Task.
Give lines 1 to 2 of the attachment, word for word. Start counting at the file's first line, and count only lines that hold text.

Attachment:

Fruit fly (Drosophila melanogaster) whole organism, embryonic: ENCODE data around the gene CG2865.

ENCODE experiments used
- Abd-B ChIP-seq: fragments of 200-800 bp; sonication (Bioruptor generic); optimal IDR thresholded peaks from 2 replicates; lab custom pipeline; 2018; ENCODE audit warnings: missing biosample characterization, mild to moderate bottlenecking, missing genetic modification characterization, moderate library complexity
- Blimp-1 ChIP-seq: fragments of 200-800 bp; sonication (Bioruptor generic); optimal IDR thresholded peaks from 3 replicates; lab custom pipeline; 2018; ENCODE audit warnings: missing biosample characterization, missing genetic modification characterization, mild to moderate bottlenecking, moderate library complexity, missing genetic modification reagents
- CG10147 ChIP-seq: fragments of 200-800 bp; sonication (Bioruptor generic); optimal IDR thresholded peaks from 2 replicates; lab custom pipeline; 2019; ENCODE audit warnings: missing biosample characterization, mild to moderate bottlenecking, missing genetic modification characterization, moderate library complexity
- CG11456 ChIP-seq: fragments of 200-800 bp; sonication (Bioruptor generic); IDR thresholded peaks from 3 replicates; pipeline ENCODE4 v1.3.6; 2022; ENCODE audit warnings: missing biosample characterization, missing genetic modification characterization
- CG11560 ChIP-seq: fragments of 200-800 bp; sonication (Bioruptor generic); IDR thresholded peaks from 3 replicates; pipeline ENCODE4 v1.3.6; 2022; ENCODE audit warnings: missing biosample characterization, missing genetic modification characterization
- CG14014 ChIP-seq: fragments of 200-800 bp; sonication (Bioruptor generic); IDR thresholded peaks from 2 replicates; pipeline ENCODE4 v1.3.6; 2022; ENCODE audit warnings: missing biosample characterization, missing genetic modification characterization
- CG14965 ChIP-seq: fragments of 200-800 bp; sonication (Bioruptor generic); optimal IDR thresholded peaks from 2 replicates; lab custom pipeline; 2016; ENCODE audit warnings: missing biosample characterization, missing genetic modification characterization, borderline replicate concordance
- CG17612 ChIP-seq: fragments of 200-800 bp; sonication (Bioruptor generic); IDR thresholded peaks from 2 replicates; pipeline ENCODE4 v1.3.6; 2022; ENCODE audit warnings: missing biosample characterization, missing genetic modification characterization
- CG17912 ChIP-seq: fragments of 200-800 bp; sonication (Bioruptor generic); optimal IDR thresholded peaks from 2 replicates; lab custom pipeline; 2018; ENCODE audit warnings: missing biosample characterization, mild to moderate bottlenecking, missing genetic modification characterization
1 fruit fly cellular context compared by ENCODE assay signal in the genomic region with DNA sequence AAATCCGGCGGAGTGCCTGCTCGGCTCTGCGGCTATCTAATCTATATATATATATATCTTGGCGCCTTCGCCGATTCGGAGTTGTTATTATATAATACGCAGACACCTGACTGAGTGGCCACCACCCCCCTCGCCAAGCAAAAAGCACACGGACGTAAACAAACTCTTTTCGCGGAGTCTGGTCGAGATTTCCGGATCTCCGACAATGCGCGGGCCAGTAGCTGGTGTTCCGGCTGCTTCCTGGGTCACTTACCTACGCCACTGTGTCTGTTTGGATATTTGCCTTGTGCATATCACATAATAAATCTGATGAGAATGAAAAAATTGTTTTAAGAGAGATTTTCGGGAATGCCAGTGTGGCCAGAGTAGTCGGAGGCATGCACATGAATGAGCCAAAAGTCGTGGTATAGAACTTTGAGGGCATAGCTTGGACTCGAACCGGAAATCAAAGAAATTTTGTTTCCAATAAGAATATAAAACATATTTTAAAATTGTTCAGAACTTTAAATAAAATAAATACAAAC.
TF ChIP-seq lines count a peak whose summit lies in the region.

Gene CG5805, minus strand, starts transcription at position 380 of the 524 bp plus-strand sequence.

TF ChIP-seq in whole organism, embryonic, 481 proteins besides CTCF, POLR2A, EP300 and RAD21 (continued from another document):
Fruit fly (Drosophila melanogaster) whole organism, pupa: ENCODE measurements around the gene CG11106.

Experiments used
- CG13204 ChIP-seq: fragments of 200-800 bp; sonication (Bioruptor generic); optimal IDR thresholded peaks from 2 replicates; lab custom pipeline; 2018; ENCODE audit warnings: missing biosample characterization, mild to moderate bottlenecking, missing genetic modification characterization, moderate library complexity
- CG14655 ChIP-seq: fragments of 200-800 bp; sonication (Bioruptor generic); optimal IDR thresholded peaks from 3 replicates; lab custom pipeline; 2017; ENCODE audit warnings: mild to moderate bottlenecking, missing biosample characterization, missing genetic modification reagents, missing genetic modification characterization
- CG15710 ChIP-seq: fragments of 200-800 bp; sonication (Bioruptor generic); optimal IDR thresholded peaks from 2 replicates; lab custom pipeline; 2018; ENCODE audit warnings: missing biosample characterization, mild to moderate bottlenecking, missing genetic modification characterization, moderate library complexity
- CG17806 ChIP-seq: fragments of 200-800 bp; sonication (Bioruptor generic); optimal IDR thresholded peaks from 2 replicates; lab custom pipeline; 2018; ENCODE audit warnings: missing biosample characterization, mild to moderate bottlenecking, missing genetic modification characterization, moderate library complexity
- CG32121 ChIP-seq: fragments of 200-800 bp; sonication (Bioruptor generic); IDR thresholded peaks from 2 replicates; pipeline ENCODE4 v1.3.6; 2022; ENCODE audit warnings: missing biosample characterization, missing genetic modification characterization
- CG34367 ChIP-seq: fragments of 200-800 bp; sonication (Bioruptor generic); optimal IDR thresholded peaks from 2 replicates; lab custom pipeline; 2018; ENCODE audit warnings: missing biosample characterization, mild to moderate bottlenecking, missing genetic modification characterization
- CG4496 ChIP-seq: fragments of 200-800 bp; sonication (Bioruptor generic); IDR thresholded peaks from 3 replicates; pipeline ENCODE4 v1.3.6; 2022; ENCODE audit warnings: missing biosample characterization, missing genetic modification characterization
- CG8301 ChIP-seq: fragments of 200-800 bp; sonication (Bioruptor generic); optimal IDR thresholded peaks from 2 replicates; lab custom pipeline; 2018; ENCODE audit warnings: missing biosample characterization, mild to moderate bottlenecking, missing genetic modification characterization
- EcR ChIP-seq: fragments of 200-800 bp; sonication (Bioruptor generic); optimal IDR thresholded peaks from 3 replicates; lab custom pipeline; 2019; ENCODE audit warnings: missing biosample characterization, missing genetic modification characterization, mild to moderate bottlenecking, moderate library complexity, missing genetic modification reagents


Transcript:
Fruit fly (Drosophila melanogaster) whole organism, embryonic: ENCODE data around the gene CG2865.

ENCODE experiments used